Houthi Attacks Pose a Major Threat to Global Trade
- Philip Pilkington (UnHerd
Houthi attacks on commercial shipping in the Red Sea have now reached a critical point, with many global shipping companies stopping their vessels from moving through the area.
The Bab al-Mandab chokepoint in the Red Sea accounts for 10% of global seaborne oil flows and also a large amount of liquefied natural gas.
The alternative route involves sailing around the African continent.
The main economic risk that this introduces is to delay the arrival of key goods which would lead to shortages and inflation. Oil markets also seem likely to be affected.
The failure of the U.S. to intervene will result not just in economic pressures, but also in other countries calling into question the viability of American security guarantees.
The writer is an Irish economist working in investment finance.
German Evangelical Christian IDF Soldier Killed in Gaza
- Yair Kraus (Ynet News
Sgt. 1st Class Urija Bayer, 20, a commando brigade soldier, was killed in combat in southern Gaza, the IDF Spokesperson's Unit reported on Monday.
Bayer, an Evangelical Christian who is not an Israeli national, was a volunteer for the IDF.
Bayer's grandfather and grandmother moved to Israel from Germany in 1972 out of Zionist sentiments and established a nursing home and a guesthouse for Holocaust survivors.
Video: IDF Destroys Hamas Statue Dedicated to Killing Israeli Soldiers
- Sam Halpern (Jerusalem Post
On July 20, 2014, an armored personnel carrier carrying seven soldiers drove over an explosive device the Shejaiya neighborhood of Gaza City. All seven were killed.
IDF soldiers of the Golani Brigade destroyed a statue featuring a fist coming out of an APC, erected by Hamas in the central square to glorify the event, the IDF stated on Monday.
Kibbutz Be'eri's Young Adults Return Home to Rebuild
- Hillel Kuttler (Tablet
On Kibbutz Be'eri, 100 homes were so burnt and ravaged that they'll be razed and cleared.
But Be'eri is also showing signs of life and a future, much of it thanks to its young-adult cohort who have returned to lend a hand in its hour of greatest need.
Some 30 Be'eri natives in their 20s and 30s are back and have committed to remaining, at least for the short term.
"We're not doing it for money, but for love," said Ella Dvori, 22, who cancelled a visit to India. "Now is the time to give back to the place we grew up in."
The terrorists didn't target the neighborhood where the teens and young adults live, so their quarters are intact - while the rest of the kibbutz's population remains at hotels to which they were evacuated.
The young adults took control over who entered the grounds, reopened the kibbutz's offices, and reopened the dining room. They're gardening, raking lawns, and removing light debris. Next will be reopening the laundry and restoring the lighting along walkways.
"They're running the kibbutz," said Jelan, a Be'eri resident since 1976. "They're laying the groundwork for when the [older] adults decide to return. I'm very impressed by them. This is the next generation. When you give them responsibility, they run with it."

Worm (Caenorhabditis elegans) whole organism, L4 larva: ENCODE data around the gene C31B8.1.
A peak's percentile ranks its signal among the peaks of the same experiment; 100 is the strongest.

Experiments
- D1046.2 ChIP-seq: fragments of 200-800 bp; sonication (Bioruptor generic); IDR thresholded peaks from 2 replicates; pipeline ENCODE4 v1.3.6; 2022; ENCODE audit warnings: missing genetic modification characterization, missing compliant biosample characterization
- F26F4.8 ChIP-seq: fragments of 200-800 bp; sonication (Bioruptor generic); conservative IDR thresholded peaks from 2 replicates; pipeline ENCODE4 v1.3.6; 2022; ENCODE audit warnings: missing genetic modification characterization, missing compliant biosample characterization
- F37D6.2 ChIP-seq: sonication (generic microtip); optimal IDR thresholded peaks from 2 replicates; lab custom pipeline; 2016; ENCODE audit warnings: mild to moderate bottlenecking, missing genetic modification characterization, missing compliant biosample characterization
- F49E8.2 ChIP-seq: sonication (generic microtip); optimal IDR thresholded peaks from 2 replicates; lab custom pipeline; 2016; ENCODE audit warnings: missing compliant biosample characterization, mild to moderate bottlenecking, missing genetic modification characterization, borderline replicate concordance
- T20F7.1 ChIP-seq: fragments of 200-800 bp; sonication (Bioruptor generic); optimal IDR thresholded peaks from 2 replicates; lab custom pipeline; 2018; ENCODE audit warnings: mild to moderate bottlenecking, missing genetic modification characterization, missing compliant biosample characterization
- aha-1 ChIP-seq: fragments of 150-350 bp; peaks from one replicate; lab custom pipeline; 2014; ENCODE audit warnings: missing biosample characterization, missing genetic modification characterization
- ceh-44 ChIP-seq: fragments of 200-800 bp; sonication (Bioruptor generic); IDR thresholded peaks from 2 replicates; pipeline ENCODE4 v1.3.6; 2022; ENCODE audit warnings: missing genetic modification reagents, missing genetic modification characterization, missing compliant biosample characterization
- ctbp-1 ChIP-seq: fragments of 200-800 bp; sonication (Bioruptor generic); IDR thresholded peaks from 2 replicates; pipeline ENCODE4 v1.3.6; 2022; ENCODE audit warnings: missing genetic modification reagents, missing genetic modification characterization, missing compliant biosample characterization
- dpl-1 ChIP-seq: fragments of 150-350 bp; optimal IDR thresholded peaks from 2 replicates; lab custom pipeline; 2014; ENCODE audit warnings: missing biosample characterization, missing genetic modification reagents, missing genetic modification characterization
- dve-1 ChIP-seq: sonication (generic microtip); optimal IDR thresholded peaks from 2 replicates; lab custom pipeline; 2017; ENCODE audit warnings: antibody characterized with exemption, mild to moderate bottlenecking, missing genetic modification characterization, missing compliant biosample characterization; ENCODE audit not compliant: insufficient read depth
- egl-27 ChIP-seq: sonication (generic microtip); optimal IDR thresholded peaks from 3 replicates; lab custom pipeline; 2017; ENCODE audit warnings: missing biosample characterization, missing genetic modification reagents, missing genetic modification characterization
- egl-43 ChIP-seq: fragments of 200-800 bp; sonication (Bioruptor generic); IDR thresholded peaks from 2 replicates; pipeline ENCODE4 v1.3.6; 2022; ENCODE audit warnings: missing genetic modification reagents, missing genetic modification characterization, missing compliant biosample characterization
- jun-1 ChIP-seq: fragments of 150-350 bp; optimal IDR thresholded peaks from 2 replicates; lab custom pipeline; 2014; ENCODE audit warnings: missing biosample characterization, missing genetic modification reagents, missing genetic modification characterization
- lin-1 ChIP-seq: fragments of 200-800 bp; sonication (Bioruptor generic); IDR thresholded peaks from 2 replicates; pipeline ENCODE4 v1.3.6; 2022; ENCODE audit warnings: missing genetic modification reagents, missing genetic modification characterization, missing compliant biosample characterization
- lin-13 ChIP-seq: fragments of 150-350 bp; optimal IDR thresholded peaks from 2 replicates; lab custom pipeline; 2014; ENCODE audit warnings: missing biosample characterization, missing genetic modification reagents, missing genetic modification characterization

On Oct. 7, 93 residents were murdered and 30 were kidnapped - totaling about 10% of the kibbutz's prewar population of 1,250.
Residents said everything depends on whether the IDF succeeds to destroy Hamas and return security to the Israeli region known as the Gaza Envelope.
Israel at War: Daily Zoom Briefing
by Jerusalem Center Experts
News Resources - North America, Europe, and Asia:
- Pentagon Announces New International Mission to Counter Attacks on Commercial Vessels in Red Sea - Tara Copp
The U.S. and a host of other nations are creating a new force to protect ships transiting the Red Sea that have come under attack by drones and ballistic missiles fired from Houthi-controlled areas of Yemen, Defense Secretary Lloyd Austin announced Tuesday in Bahrain. The seriousness of the attacks, several of which have damaged the vessels, has led multiple shipping companies to not enter the Bab el-Mandeb Strait until the security situation can be addressed.
U.S. Central Command reported two more attacks on commercial vessels Monday. There are about 400 commercial vessels in the southern Red Sea at any given time.
Operation Prosperity Guardian will include joint patrols and intelligence support in the southern Red Sea and the Gulf of Aden by the U.S., UK, Bahrain, Canada, France, Italy, Netherlands, Norway, Seychelles and Spain. China has warships in the region, but those ships have not responded to previous calls for assistance by commercial vessels.
See also Houthis Vow to Defy International Coalition, Keep Up Red Sea Attacks
Yemen's Iran-backed Houthi rebels say they would not halt attacks on Red Sea shipping despite the announcement of a new maritime protection force. "Even if America succeeds in mobilizing the entire world, our military operations will not stop...no matter the sacrifices it costs us," senior Houthi official Mohammed al-Bukhaiti said on X.
(AFP-Times of Israel)
- After a Devastating Terrorist Attack, Israelis Are Disenchanted of the Prospects for Peace - Sheera Frenkel
A growing number of Israeli citizens are eschewing ideas that include promoting peace talks with the Palestinians and supporting a two-state solution since Oct. 7, when Hamas gunmen crossed into Israel in a surprise attack and killed 1,200 people.
Since that day, a consensus has emerged that Israel needs to take a harder line with the Palestinians. Activist groups in Israel's peace camp say many members have abandoned the cause. Many longtime Israeli peace activists said they could no longer support the movement.
"The trauma of what happened on Oct. 7 shifted Israeli society. It made them question the most basic tenets of whether they were safe in their homes," said Tal Schneider, a political columnist for the Times of Israel. "They are calling now for more military, more protection....Nobody in this country wants to talk about peace right now." A poll in November by Tel Aviv University found the share of Israelis in favor of a two-state solution had fallen to below one-third.
Before Oct. 7, Larry Butler, 73, a resident of Nir Oz, had been a member of Peace Now. Now, displaced in a hotel in Eilat, Butler has questioned his beliefs.
"I guess I'm somewhere in the middle," he said, "but I'm definitely not left." Maya Mizrachi, 25, had also protested for peace. After Oct. 7, she discovered that a high school friend was among those killed at the music festival. "The irony is that she was the biggest peace activist I knew," Mizrachi said. "She was the one who got me involved in the movement to begin with." (New York Times)
News Resources - Israel and the Mideast:
- "An Israeli Victory in Gaza Is a Victory for the U.S.-Led Free World"
At a joint press conference with U.S. Defense Secretary Lloyd Austin in Tel Aviv on Monday, Israeli Defense Minister Yoav Gallant said, "Our common enemies around the world are watching and they know that [an] Israeli victory is a victory for the free world led by the United States."
Gallant also announced plans for a phased transition in Gaza war operations, potentially enabling the local population to return to the northern part of Gaza.
Austin said he discussed the shift from major combat operations to lower-intensity warfare with the Israeli leadership but stressed that Washington would not dictate timelines. (Ynet News)